Yakuza 0 Xbox One Review
There is no denying the significant fanfare of the acclaimed Yakuza franchise. Its presence among Japanese games is a thing of legend for its incredible narrative, solid gameplay, and intriguing yet odd plethora of mini-games. Yakuza 0 gives players the chance to go back to the beginning and find out exactly how Kazuma Kiryu got to where he is today, a narrative that has been available in the West since 2017. This year, Yakuza 0 makes its way onto Xbox One, but is it a journey worth taking three years later (five years in Japan) or will time have made this an unwise and dishonorable choice?
Beginning in December 1988, Yakuza 0 follows the story of Kazuma, beginning his tale as a lowly Yakuza muscle for collecting debts. Hired to rough up a man behind on his payments, Kazuma is instructed to knock some sense into this man in a particular empty lot, only for him to turn up dead there later that night. All eyes look to Kazuma – framed for murder – as he is let in on the truth about this inconspicuous little empty lot; whoever owns that plot of land will own the city. Kazuma then sets out to clear his name and prevent harm from coming to his adopted father – a high ranking Yakuza member – as the plot unravels and this tiny plot of land is something much more nefarious.
Intro to Yakuza Karaoke Skills 101
Much like its predecessors, Yakuza 0 is a moderately paced beat-em-up with a classic arcade feel. It does take a little time to get used to the controls but its fairly straight forward, with new moves and abilities unlocked as you progress. The combat is very fluid, easily moving between enemies and dealing some amazing combos (and those environmental hits!) I was a little disappointed that the labyrinthian streets of the city were still rather rudimentary. Many areas look explorable but simply stop you with an invisible wall, be it a smaller alley, up a flight of stairs, or what ought to be an approachable shop. This of course – while a bit of a let down – is understandable given the game originally launched for PS3 back in 2015 when this kind of exploration wasn’t necessarily common.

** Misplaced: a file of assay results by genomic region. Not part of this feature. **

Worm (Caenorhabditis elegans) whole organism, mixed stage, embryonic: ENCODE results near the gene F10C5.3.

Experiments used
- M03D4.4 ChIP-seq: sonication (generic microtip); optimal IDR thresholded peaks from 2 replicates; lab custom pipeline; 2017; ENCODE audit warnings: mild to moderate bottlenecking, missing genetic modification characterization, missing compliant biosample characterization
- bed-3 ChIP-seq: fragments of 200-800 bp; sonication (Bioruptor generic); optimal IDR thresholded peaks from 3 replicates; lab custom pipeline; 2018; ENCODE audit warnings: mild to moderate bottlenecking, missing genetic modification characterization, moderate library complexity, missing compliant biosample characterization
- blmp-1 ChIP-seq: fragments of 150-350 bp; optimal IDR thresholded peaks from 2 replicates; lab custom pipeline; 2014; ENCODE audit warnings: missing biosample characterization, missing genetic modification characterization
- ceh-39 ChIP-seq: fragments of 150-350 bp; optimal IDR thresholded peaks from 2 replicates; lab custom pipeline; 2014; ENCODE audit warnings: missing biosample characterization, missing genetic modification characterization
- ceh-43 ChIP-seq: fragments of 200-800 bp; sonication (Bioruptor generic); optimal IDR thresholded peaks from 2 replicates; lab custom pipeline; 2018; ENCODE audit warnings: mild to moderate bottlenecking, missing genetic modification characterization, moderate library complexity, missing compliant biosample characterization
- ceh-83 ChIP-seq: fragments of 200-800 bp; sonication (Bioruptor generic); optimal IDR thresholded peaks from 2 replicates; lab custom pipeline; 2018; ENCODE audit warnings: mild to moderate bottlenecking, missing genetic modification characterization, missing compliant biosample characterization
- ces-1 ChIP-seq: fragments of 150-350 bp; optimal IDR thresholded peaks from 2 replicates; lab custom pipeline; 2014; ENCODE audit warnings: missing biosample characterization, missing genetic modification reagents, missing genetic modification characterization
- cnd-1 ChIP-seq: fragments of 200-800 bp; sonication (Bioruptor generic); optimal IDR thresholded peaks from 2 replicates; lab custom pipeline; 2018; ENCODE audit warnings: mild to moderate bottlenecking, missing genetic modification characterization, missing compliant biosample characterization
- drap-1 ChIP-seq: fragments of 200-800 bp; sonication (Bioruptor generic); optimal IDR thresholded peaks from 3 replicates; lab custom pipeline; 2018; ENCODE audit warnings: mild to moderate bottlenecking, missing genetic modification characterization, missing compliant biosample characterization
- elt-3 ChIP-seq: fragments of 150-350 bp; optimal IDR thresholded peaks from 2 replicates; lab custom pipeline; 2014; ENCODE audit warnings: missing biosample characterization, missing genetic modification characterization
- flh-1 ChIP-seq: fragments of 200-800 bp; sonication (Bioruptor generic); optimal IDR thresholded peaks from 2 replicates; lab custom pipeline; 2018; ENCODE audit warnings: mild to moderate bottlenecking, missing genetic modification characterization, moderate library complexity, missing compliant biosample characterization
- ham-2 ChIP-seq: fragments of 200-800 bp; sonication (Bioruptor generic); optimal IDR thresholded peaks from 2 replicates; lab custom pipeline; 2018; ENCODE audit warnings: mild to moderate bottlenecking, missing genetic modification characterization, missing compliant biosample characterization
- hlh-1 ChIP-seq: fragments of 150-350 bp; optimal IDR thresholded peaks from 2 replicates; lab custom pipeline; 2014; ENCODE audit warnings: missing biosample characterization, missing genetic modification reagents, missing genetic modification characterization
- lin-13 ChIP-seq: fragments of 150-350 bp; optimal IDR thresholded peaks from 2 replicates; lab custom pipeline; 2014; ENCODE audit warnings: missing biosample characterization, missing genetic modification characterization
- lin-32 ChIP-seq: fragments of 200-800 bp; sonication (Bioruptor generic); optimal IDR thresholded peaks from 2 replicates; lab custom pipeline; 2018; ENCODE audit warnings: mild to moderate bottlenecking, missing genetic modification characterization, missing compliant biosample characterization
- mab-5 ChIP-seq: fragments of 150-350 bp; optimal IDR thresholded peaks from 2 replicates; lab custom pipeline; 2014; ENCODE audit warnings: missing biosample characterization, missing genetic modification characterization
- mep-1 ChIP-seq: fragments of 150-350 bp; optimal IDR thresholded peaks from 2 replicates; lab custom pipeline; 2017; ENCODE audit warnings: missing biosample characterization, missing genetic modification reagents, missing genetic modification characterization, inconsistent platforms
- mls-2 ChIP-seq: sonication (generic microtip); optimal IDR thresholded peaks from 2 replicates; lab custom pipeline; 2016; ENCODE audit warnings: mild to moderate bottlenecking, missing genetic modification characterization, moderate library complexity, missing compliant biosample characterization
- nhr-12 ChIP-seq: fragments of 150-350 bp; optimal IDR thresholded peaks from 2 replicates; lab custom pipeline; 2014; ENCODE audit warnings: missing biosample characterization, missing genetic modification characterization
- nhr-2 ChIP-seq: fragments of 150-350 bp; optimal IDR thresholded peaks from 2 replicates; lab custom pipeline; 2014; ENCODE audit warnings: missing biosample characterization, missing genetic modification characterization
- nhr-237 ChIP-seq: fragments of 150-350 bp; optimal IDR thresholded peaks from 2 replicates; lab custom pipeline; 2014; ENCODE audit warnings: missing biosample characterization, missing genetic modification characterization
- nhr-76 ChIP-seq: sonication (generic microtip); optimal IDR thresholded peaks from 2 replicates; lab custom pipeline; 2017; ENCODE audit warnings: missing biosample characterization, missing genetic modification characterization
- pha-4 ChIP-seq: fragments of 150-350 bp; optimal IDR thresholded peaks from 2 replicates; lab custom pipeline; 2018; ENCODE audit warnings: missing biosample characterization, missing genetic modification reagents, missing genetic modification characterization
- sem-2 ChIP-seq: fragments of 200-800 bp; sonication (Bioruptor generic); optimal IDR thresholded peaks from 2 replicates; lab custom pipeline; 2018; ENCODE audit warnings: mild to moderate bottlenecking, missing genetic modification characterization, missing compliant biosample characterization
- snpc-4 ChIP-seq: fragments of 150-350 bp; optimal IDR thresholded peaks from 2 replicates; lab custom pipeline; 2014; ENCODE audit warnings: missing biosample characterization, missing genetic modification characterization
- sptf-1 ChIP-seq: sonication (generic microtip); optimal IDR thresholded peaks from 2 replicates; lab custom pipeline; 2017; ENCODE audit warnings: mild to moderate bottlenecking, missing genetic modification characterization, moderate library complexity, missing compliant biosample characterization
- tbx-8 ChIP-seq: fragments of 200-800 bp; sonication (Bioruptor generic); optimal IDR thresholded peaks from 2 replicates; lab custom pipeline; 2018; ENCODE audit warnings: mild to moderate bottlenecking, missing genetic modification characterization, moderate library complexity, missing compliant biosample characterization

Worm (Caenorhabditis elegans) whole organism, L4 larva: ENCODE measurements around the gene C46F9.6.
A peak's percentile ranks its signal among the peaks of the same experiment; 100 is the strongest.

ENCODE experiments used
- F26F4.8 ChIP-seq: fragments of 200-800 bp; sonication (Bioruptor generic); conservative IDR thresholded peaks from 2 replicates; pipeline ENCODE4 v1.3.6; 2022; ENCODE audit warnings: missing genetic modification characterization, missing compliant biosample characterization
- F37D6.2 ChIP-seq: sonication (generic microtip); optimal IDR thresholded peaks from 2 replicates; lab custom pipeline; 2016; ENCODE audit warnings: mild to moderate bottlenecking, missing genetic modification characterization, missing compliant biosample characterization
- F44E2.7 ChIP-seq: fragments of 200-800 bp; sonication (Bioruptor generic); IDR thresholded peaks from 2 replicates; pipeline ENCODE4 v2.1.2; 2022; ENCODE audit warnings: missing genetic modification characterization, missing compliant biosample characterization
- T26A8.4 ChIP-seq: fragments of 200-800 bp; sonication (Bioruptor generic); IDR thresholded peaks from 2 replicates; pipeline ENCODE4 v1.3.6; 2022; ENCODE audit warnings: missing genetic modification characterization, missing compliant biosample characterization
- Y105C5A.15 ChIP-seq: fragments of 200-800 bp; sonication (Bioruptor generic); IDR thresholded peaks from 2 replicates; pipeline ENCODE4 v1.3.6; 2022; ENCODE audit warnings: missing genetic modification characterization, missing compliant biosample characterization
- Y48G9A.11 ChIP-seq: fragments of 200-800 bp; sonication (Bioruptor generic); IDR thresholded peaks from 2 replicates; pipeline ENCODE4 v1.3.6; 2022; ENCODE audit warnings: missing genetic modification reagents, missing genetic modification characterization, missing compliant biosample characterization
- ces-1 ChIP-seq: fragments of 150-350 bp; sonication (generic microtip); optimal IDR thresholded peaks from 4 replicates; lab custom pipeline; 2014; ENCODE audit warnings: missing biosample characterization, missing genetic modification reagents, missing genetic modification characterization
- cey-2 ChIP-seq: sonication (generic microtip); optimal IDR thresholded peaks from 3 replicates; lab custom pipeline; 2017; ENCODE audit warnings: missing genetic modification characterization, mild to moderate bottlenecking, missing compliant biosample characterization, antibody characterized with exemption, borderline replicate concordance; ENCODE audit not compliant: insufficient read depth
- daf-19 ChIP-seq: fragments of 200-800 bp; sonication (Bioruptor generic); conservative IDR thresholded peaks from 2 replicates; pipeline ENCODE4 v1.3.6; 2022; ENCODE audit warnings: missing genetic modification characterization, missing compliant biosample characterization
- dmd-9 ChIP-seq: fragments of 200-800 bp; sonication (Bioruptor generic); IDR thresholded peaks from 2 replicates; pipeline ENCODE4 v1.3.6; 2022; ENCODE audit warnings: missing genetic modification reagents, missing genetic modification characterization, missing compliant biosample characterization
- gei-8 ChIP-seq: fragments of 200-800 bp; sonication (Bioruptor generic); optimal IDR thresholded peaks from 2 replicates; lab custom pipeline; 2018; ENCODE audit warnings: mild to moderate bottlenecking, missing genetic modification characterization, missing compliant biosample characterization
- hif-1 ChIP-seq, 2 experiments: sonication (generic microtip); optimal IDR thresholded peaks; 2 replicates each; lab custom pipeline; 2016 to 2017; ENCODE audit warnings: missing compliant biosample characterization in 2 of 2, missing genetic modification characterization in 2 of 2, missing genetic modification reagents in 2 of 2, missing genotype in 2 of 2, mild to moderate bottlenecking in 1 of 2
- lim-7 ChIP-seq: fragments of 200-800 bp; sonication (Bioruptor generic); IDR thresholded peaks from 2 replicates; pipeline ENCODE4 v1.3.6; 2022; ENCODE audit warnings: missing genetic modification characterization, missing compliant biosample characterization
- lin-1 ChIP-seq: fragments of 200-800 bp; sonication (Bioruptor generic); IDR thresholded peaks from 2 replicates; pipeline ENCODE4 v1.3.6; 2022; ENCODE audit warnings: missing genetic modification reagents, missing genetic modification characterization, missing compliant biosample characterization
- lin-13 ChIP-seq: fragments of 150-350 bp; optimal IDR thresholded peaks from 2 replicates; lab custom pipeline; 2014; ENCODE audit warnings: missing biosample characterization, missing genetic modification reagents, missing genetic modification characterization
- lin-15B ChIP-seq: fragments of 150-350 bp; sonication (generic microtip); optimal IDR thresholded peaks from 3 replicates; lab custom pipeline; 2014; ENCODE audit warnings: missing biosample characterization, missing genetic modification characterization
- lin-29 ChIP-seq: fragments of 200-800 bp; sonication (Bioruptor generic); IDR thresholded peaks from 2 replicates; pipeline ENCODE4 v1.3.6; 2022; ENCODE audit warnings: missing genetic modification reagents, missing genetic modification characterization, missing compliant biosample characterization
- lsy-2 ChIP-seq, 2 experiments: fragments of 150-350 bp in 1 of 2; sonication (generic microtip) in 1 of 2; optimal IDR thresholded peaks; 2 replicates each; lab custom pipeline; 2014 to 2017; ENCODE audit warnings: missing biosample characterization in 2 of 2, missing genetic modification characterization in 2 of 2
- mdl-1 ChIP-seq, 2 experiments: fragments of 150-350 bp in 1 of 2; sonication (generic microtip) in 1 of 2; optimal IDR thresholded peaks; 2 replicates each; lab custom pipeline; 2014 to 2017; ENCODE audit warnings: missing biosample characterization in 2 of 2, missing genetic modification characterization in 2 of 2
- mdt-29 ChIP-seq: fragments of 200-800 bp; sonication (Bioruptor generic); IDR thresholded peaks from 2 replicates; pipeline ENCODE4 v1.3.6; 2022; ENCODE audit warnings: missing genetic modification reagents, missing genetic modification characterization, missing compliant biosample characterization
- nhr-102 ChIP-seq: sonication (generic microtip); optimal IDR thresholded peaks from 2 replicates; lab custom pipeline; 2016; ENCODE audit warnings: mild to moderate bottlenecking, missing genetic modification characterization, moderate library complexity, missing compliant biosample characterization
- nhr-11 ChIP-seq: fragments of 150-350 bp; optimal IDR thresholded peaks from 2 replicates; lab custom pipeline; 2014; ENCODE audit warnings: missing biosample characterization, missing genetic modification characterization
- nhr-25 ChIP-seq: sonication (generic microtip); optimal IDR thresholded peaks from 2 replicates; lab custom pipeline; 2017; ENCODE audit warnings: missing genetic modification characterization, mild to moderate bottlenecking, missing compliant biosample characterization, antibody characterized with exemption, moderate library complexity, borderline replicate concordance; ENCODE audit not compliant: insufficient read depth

The gigantic selling point to Yakuza 0 is the narrative. I have little experience with the series as a whole, and I can tell you I was not prepared for this level of narrative (nor this amount!) There are three types of non-interactive “cut-scene” styles that take place: In-game graphics, cinematic, and a unique stop-motion blend in between. These are all used to great effect to tell a fantastically acted and engaging story, but the game is easily 70% narrative and 30% actual playing. Several times while I waited to be able to play my screen actually dimmed from inactivity. While at first this bothered me, the truth is as a fan of strong narrative I was even more engaged, although I did wish it could be a little more interactive.
Despite being a bit cut and dry on the gameplay, there are a few notable additions to Yakuza 0 that make it even more enjoyable. The first is the Mr. Shakedown encounters, where you’ll randomly see a large man walking down the street. Should you fight him he will knock your money out of you if you don’t knock his out first. It’s a neat little battle to get coin but he can take a significant amount of your money if you aren’t careful. The other addition is, of course, the ridiculous level of mini-games. While most of the game is narrative cut scenes, this is balanced by giving players a TON of mini-games to play outside of exploration and combat. This includes going to the arcade to play SEGA games, karaoke, crane-game machines, and much more. It’s strange to see it so prevalent in a more seriously toned game, but it also make sense to have all of these distractions in 1988 Japan.
Yakuza 0 was a highly rated masterpiece for its time. It’s complex and deeply engaging narrative set an unprecedented level for non-fantasy storytelling and its gameplay was balanced with nuance between the over the top and the gritty. Today, three years after Western release on Xbox One, Yakuza 0 still translates well as an engaging and fun experience, particularly for those who love a good story. The graphics are slightly dated but nothing to be upset about, and only the somewhat foreign notion of the invisible wall cutting off stairways and paths is the only thing to be a bother. This mechanic has been changed over the years so to see it still thriving here immediately dates the game, but none of this is enough to make for a bad experience. If you enjoy the Yakuza franchise or need a jumping off point to get into the franchise, Yakuza 0 is a fantastic place to start.
** Xbox One code provided by the publisher**
- Fast, Fun Combat
- Tons Of Distractions
- Engaging and Captivating Narrative
- Too Much Narrative
- Invisible Walls